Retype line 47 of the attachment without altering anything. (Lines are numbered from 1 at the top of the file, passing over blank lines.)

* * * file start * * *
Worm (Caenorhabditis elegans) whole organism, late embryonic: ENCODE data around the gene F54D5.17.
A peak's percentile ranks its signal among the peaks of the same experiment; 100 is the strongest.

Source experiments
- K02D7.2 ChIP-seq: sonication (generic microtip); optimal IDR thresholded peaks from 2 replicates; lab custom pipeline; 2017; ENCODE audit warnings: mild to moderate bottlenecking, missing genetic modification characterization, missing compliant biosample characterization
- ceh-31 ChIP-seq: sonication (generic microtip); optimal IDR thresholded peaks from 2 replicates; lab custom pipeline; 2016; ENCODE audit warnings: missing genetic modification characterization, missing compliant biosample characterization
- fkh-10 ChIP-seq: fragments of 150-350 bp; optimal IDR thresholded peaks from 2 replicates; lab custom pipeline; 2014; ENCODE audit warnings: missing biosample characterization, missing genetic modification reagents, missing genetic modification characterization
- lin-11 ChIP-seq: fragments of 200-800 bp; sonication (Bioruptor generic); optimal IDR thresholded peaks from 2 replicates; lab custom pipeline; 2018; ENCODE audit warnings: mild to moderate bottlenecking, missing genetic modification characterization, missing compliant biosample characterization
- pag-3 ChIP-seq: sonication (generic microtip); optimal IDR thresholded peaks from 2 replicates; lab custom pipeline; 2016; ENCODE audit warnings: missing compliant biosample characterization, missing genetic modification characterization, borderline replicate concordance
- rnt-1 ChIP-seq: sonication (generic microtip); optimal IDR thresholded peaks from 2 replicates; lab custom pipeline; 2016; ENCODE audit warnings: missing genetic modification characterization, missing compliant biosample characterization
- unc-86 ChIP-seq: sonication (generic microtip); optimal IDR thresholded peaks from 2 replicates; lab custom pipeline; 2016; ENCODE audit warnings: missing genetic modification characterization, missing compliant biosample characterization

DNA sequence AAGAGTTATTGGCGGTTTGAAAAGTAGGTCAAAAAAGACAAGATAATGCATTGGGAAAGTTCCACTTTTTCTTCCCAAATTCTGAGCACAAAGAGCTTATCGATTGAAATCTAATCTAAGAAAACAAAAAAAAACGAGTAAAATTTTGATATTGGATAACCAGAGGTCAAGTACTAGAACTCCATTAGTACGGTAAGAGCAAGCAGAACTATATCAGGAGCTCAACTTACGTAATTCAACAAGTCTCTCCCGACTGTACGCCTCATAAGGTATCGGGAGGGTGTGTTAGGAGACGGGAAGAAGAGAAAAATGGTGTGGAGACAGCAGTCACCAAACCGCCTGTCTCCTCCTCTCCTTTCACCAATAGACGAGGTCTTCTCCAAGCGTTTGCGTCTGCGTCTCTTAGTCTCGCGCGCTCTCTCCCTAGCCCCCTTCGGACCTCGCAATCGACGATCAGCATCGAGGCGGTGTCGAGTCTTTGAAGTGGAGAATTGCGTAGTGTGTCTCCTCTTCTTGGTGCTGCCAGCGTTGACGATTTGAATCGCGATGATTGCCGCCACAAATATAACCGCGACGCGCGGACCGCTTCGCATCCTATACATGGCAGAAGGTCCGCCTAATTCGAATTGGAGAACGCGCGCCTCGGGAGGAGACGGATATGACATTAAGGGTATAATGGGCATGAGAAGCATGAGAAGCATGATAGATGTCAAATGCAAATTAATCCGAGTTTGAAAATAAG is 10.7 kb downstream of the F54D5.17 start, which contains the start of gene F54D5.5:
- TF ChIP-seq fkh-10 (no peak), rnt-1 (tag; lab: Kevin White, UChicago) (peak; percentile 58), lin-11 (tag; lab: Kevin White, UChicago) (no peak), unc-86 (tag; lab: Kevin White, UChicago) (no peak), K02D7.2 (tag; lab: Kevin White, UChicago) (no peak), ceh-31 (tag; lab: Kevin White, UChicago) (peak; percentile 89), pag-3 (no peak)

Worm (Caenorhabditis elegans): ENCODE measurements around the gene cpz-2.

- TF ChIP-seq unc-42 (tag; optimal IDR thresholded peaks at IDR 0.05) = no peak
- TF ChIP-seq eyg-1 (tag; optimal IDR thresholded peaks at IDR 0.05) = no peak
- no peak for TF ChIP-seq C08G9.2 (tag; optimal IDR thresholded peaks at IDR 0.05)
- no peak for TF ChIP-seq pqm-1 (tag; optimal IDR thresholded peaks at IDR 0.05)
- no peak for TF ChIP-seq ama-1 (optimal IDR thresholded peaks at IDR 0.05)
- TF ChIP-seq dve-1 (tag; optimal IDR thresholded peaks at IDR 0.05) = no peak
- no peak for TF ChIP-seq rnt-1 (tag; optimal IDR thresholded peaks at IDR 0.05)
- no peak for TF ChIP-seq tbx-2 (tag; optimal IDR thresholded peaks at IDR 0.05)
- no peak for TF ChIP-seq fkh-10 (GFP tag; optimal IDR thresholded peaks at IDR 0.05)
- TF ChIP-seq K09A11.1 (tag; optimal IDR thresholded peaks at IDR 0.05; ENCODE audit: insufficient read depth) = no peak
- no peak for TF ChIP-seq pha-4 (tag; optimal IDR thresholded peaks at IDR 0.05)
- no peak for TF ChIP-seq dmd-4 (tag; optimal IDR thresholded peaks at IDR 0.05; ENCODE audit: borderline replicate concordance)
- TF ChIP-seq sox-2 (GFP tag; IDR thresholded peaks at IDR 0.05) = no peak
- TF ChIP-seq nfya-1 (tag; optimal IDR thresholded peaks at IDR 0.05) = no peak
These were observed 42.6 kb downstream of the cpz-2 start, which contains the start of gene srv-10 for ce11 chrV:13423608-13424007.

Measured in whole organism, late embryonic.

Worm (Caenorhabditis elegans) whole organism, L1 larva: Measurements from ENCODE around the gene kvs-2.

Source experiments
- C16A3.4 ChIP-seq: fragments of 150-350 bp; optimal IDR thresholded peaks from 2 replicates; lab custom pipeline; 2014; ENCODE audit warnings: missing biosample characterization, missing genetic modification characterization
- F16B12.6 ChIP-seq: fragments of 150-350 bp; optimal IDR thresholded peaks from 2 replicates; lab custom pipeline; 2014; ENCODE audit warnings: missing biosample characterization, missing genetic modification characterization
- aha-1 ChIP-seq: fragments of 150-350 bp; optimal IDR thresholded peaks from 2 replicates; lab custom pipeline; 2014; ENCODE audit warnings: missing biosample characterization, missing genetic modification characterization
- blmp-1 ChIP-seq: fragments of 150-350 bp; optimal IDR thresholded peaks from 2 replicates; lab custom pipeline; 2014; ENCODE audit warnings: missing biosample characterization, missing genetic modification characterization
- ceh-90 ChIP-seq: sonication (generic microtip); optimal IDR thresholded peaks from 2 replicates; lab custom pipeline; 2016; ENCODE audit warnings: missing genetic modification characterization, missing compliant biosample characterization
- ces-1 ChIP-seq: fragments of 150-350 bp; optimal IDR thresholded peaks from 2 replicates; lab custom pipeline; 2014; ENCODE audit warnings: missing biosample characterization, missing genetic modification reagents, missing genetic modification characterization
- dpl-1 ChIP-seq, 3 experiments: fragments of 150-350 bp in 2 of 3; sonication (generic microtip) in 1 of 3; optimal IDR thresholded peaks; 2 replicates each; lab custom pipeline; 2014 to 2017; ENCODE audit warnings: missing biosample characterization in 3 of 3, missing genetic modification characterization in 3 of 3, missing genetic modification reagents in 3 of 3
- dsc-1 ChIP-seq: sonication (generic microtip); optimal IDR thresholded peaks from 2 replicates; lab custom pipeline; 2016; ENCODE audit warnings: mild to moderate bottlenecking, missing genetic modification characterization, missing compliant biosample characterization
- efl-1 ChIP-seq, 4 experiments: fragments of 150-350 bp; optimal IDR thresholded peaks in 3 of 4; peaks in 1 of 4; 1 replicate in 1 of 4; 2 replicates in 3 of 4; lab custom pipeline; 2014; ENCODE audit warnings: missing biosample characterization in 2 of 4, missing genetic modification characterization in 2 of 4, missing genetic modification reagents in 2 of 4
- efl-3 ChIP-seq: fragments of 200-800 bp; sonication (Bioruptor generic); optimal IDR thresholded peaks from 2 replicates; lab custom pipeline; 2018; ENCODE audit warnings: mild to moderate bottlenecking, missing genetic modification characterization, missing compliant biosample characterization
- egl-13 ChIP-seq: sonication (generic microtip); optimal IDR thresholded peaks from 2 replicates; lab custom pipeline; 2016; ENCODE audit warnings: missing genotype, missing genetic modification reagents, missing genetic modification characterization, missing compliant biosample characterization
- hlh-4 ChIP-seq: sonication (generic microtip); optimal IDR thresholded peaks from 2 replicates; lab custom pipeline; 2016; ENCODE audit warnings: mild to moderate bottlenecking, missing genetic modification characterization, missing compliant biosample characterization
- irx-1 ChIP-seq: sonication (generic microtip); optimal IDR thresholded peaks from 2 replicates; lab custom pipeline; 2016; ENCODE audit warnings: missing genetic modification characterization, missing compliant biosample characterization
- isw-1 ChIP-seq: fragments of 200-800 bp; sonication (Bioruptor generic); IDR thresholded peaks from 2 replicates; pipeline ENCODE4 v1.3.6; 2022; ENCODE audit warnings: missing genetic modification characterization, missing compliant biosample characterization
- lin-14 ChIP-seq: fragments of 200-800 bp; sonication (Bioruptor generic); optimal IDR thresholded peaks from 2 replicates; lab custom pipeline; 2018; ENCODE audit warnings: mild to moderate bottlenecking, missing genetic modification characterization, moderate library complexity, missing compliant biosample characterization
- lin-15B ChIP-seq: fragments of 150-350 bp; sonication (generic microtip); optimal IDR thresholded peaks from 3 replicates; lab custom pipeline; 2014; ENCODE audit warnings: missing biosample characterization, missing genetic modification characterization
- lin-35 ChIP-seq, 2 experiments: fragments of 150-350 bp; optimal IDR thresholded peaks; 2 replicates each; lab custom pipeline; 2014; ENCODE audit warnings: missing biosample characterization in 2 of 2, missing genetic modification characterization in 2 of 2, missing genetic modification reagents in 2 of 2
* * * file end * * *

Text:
- lin-15B ChIP-seq: fragments of 150-350 bp; sonication (generic microtip); optimal IDR thresholded peaks from 3 replicates; lab custom pipeline; 2014; ENCODE audit warnings: missing biosample characterization, missing genetic modification characterization